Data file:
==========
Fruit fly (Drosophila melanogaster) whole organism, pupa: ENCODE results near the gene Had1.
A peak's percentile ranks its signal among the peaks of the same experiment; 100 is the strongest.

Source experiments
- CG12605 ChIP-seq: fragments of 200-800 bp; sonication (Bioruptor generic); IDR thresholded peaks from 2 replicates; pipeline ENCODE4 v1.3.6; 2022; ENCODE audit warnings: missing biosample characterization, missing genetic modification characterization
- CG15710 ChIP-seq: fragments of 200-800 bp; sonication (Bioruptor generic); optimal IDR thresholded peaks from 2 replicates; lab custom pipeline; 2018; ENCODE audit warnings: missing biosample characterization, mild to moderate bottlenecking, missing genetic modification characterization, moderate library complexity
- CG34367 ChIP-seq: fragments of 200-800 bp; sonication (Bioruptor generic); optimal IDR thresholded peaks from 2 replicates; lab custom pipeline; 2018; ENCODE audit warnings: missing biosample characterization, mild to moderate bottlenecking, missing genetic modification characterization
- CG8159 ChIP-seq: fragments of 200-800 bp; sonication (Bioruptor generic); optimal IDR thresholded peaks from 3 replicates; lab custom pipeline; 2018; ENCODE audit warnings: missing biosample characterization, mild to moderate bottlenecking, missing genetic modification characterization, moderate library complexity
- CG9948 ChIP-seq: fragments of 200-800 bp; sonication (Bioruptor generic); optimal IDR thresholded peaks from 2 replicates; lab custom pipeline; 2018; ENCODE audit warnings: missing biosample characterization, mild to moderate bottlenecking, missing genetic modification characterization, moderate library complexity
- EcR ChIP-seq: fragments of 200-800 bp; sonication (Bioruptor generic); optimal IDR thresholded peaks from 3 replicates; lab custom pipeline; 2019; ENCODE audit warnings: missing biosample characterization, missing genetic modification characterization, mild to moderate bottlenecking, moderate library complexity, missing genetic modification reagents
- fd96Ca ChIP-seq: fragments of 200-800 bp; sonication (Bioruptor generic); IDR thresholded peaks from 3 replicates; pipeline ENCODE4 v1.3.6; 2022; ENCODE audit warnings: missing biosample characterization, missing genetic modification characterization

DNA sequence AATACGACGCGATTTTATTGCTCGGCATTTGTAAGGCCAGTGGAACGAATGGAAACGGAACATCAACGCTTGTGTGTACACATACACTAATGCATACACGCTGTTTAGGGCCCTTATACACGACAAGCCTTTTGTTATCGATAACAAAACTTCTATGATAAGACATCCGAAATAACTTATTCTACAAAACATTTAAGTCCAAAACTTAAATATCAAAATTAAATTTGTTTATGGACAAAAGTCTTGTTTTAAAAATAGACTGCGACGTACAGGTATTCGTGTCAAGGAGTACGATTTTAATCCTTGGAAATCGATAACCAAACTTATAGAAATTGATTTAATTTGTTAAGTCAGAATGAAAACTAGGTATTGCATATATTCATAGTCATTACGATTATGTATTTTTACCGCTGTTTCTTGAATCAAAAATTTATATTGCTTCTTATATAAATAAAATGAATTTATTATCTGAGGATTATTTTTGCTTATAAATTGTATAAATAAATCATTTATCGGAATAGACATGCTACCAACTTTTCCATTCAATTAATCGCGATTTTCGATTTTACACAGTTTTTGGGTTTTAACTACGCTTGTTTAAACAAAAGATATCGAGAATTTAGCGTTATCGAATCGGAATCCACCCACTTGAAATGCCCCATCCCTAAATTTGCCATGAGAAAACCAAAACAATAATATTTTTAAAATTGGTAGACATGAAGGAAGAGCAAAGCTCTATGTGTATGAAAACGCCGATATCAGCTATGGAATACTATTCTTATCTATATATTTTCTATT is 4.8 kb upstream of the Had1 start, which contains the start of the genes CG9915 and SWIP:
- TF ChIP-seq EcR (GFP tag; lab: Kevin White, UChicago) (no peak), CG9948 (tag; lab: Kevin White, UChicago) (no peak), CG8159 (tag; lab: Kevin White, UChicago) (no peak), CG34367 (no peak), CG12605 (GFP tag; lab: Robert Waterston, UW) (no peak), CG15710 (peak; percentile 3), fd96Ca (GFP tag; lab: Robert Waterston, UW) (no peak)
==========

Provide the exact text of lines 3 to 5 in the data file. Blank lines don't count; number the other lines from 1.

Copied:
Source experiments
- CG12605 ChIP-seq: fragments of 200-800 bp; sonication (Bioruptor generic); IDR thresholded peaks from 2 replicates; pipeline ENCODE4 v1.3.6; 2022; ENCODE audit warnings: missing biosample characterization, missing genetic modification characterization
- CG15710 ChIP-seq: fragments of 200-800 bp; sonication (Bioruptor generic); optimal IDR thresholded peaks from 2 replicates; lab custom pipeline; 2018; ENCODE audit warnings: missing biosample characterization, mild to moderate bottlenecking, missing genetic modification characterization, moderate library complexity